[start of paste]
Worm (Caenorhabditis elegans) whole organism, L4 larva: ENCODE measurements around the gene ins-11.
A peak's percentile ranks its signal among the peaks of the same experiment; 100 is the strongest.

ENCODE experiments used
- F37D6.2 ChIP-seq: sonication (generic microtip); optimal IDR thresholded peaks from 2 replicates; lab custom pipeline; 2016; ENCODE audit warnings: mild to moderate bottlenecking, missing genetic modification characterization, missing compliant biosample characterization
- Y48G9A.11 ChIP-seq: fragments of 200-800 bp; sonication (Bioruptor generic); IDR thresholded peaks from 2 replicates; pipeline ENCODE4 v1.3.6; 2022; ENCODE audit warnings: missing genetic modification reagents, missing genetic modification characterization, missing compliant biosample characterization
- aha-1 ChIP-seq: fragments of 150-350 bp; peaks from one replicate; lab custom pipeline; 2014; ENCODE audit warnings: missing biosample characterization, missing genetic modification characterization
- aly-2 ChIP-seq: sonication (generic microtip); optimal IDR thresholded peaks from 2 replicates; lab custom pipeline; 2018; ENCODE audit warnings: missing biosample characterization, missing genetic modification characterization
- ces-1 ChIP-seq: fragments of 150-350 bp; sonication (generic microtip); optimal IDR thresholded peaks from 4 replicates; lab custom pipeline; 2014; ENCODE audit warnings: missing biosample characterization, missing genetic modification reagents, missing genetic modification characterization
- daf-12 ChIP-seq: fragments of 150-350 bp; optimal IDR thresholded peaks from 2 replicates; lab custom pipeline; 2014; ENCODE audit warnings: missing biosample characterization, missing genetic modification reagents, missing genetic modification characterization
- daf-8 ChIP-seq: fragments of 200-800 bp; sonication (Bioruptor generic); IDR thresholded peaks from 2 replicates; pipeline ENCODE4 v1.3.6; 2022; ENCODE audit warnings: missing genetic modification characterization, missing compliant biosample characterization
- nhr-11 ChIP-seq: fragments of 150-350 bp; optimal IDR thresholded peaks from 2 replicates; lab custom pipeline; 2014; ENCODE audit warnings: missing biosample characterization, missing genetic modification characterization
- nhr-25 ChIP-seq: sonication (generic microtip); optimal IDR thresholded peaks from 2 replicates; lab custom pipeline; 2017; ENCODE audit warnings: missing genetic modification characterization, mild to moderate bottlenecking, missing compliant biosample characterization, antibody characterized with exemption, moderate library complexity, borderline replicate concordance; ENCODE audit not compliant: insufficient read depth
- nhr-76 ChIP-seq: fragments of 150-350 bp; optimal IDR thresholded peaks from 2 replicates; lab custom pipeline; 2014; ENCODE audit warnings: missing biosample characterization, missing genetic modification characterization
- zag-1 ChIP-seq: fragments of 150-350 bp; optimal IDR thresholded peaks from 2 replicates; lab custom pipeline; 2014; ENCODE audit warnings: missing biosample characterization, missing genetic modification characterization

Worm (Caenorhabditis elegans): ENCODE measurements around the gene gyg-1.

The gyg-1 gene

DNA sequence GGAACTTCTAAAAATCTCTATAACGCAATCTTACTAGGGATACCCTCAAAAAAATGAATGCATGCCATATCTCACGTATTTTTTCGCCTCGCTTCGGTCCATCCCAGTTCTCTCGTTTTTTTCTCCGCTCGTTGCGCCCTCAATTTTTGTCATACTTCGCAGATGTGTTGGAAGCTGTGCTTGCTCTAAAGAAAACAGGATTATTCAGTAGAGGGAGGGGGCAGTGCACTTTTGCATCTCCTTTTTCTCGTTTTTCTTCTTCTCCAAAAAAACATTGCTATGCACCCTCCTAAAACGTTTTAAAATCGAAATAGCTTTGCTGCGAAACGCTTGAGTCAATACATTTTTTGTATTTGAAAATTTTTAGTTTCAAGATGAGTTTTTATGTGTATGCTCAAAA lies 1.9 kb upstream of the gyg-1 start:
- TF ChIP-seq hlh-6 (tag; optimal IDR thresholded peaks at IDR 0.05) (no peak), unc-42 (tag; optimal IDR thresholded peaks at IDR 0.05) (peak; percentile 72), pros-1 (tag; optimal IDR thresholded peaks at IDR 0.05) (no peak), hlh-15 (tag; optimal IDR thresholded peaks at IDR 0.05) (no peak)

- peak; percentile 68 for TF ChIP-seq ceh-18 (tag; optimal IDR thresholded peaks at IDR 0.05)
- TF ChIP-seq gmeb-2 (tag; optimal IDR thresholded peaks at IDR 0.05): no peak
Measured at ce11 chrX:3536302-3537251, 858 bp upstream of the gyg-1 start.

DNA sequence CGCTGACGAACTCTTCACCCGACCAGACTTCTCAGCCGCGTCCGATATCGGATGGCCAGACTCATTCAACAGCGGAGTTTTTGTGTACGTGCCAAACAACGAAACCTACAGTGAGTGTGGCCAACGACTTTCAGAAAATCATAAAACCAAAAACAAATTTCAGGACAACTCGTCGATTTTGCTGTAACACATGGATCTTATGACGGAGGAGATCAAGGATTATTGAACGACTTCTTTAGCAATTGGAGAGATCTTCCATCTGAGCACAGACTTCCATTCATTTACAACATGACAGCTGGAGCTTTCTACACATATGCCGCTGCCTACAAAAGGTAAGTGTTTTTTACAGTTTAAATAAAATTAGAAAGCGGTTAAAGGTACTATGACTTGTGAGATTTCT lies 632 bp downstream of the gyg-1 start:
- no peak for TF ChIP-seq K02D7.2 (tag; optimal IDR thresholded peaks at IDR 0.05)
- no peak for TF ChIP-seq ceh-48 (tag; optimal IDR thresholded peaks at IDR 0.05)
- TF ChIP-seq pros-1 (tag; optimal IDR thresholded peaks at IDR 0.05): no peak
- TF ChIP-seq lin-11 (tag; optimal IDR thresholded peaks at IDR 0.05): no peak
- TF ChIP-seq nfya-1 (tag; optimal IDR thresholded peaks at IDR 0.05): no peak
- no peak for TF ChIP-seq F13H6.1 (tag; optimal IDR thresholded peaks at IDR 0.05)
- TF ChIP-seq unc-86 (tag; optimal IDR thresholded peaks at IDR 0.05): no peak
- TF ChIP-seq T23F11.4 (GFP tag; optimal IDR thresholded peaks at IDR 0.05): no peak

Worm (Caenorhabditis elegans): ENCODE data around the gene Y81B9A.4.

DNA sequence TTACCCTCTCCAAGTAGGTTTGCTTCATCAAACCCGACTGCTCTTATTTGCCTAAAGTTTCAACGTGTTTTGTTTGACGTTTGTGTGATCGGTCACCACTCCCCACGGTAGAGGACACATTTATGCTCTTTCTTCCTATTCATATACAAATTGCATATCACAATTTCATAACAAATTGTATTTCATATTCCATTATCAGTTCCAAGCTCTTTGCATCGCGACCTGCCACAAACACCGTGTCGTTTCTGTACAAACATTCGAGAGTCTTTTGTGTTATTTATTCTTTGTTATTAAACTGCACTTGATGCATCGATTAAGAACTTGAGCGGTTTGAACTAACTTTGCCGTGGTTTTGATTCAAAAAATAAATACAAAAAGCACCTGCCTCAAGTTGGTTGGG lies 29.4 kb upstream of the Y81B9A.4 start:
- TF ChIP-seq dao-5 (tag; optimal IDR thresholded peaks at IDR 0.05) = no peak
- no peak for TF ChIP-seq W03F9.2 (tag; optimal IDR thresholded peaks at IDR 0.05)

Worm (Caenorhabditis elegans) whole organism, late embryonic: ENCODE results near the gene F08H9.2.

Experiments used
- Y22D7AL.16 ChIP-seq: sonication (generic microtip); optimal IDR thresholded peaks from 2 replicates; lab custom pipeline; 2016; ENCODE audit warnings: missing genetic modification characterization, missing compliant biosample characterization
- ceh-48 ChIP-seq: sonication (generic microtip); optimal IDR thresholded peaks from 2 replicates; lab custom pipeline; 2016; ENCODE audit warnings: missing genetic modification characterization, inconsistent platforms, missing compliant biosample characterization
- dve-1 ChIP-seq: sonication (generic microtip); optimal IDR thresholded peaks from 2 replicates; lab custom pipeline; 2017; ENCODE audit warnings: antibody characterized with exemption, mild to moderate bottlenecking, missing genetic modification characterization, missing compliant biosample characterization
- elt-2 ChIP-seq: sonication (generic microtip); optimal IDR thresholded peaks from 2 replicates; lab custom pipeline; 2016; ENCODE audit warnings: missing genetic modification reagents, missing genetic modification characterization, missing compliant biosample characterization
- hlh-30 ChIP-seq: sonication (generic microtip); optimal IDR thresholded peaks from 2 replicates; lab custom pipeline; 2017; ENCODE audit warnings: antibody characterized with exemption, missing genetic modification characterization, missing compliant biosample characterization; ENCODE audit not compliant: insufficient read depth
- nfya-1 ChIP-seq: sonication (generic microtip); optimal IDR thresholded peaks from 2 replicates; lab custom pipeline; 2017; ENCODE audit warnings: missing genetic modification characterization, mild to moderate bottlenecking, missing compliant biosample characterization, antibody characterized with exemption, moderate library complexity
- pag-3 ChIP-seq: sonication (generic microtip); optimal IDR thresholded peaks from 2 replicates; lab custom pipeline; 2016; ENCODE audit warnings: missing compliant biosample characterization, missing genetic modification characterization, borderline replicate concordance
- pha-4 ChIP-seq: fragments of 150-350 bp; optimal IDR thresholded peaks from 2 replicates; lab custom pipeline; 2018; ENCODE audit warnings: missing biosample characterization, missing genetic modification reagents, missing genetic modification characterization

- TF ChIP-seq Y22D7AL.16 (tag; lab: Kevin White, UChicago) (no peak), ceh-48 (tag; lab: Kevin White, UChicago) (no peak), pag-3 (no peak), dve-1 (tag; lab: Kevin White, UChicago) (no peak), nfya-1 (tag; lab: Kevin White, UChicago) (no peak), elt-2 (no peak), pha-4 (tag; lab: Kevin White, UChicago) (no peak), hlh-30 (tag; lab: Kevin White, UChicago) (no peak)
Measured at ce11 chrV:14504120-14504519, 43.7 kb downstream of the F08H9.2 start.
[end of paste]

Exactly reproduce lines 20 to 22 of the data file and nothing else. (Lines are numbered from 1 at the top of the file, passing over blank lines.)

- TF ChIP-seq gmeb-2 (tag; optimal IDR thresholded peaks at IDR 0.05): no peak
Measured at ce11 chrX:3536302-3537251, 858 bp upstream of the gyg-1 start.

DNA sequence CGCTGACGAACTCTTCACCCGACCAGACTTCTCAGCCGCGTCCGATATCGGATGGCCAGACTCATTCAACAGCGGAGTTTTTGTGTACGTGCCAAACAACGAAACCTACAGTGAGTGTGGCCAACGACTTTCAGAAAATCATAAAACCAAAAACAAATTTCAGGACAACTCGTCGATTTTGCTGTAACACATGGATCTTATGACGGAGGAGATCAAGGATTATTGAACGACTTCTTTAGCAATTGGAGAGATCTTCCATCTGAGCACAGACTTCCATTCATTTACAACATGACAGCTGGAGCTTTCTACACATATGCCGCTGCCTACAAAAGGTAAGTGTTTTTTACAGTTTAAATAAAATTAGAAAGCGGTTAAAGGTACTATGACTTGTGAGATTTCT lies 632 bp downstream of the gyg-1 start: